James II was deposed in 1688. Afterward, the Bill of Rights (1689) said that no Catholic could become king or queen. No king could marry a Catholic.
Parliament also passed the Toleration Act in 1689. Non-conformists were allowed their own places of worship and their own teachers and preachers. However, they could not hold government positions or attend university.
The Sermon: In Christianity, a sermon is typically identified as an address or discourse delivered to an assembly of Christians, typically containing theological or moral instruction. The sermon by Christian orators was partly based on the tradition of public lectures by classical orators. Although it is often called a homily, the original distinction between a sermon and a homily was that a sermon was delivered by a clergyman (licensed preacher) while a homily was read from a printed copy by a layman. In the 20th century the distinction became one of the sermon being likely to be longer, have more structure, and contain more theological content. Homilies are usually considered to be a type of sermon, usually narrative or biographical.
The word sermon is used contemporarily to describe many famous moments in Christian (and Jewish) history. The most famous example is the Sermon on the Mount by Jesus of Nazareth. This address was given around 30 AD, and is recounted in the Gospel of Matthew (5:1–7:29, including introductory and concluding material) as being delivered on a mount on the north end of the Sea of Galilee, near Capernaum. It is also contained in some of the other gospel narratives.
During the later history of Christianity, several figures became known for their addresses that later became regarded as sermons. Examples in the early church include Peter (see especially Acts 2:14b–36), Stephen (see Acts 7:1b–53), Tertullian and John Chrysostom. These addresses were used to spread Christianity across Europe and Asia Minor, and as such are not sermons in the modern sense, but evangelistic messages.
The sermon has been an important part of Christian services since Early Christianity, and remains prominent in both Roman Catholicism and Protestantism. Lay preachers sometimes figure in these traditions of worship, for example the Methodist local preachers, but in general preaching has usually been a function of the clergy. The Dominican Order is officially known as the Order of Preachers (Ordo Praedicatorum in Latin); friars of this order were trained to publicly preach in vernacular languages, and the order was created by Saint Dominic to preach to the Cathars of southern France in the early 13th century. The Franciscans are another important preaching order; Travelling preachers, usually friars, were an important feature of late medieval Catholicism. In 1448 the church authorities seated at Angers prohibited open-air preaching in France. If a sermon is delivered during the Mass it comes after the Gospel is sung or read. If it is delivered by the priest or bishop that offers the Mass then he removes his maniple, and in some cases his chasuble, because the sermon is not part of the Mass. A bishop preaches his sermon wearing his mitre while seated whereas a priest, or on rare occasions a deacon, preaches standing and wearing his biretta.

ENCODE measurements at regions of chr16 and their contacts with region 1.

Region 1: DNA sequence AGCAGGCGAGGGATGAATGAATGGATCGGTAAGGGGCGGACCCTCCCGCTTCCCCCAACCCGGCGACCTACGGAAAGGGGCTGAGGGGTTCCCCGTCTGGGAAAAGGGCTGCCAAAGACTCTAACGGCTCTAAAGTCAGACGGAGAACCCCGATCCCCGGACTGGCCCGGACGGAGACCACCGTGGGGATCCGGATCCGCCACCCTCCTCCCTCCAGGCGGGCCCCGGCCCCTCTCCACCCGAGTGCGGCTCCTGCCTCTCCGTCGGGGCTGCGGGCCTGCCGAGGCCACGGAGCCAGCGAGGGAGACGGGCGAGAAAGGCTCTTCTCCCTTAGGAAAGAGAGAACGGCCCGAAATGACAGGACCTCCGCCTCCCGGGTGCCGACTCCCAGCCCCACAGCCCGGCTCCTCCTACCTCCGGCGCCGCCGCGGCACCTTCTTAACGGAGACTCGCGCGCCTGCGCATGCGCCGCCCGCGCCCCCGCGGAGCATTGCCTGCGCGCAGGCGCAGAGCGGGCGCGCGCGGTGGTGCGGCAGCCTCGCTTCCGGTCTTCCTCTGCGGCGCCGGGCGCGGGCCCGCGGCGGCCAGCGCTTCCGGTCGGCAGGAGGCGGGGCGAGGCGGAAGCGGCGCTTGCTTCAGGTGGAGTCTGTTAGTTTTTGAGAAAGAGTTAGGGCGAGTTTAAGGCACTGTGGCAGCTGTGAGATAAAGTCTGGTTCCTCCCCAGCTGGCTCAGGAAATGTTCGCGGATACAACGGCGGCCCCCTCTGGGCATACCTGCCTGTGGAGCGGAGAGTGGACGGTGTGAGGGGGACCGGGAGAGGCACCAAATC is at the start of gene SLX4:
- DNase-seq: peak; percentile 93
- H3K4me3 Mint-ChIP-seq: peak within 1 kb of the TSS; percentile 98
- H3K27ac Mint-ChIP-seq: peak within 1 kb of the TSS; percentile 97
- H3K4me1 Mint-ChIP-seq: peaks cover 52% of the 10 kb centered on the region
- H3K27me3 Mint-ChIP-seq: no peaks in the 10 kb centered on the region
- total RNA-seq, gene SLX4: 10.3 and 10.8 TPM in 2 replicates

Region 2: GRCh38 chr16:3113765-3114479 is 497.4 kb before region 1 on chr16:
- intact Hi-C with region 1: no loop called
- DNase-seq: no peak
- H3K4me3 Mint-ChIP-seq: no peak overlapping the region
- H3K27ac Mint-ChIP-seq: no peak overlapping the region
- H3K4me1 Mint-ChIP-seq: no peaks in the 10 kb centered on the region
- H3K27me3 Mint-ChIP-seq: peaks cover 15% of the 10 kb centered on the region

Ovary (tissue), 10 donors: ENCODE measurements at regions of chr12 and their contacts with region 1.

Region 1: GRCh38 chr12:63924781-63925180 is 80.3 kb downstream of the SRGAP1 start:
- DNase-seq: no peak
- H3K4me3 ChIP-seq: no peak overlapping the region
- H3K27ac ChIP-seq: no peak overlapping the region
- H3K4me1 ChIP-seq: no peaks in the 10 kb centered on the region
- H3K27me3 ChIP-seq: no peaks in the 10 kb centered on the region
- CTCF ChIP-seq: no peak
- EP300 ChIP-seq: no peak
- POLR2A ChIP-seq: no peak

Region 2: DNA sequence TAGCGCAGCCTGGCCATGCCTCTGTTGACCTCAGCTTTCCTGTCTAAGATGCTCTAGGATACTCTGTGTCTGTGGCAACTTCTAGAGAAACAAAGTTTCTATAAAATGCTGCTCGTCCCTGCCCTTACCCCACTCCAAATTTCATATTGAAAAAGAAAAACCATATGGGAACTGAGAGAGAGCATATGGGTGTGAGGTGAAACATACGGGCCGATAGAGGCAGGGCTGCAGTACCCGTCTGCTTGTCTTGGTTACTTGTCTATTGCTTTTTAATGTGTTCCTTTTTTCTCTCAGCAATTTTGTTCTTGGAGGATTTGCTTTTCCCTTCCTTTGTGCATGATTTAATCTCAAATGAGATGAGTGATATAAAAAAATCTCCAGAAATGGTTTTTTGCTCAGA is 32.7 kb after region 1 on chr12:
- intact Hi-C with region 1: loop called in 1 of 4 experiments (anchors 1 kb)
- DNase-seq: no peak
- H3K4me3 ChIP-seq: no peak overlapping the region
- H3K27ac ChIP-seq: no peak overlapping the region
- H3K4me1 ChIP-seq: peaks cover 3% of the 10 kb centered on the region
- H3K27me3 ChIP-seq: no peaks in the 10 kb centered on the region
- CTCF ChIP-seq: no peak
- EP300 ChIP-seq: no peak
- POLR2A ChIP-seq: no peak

In most denominations, modern preaching is kept below forty minutes, but historic preachers of all denominations could at times speak for several hours, and use techniques of rhetoric and theatre that are today somewhat out of fashion in mainline churches.
During the Middle Ages, sermons inspired the beginnings of new religious institutes (e.g., Saint Dominic and Francis of Assisi). Pope Urban II began the First Crusade in November 1095 at the Council of Clermont, France, when he exhorted French knights to retake the Holy Land.
The academic study of sermons, the analysis and classification of their preparation, composition and delivery, is called homiletics.
A controversial issue that aroused strong feelings in Early Modern Britain was whether sermons should be read from a fully prepared text, or extemporized, perhaps from some notes. Many sermons have been written down, collected and published; published sermons were a major and profitable literary form, and category of books in the book trade, from at least the Late Antique Church to about the late 19th century. Many clergymen openly recycled large chunks of published sermons in their own preaching. Such sermons include John Wesley’s 53 Standard Sermons, John Chrysostom’s Homily on the Resurrection (preached every Easter in Orthodox churches) and Gregory Nazianzus’ homily “On the Theophany, or Birthday of Christ” (preached every Christmas in Orthodox churches). The 80 sermons in German of the Dominican Johannes Tauler (1300–1361) were read for centuries after his death. Martin Luther published his sermons (Hauspostille) on the Sunday lessons for the edification of readers. This tradition was continued by Chemnitz and Arndt and others into the following centuries—for example CH Spurgeon’s stenographed sermons, The Metropolitan Tabernacle Pulpit. The widow of John Tillotson (1630–1694), Archbishop of Canterbury received £2,500 for the manuscripts of his sermons, a very large sum.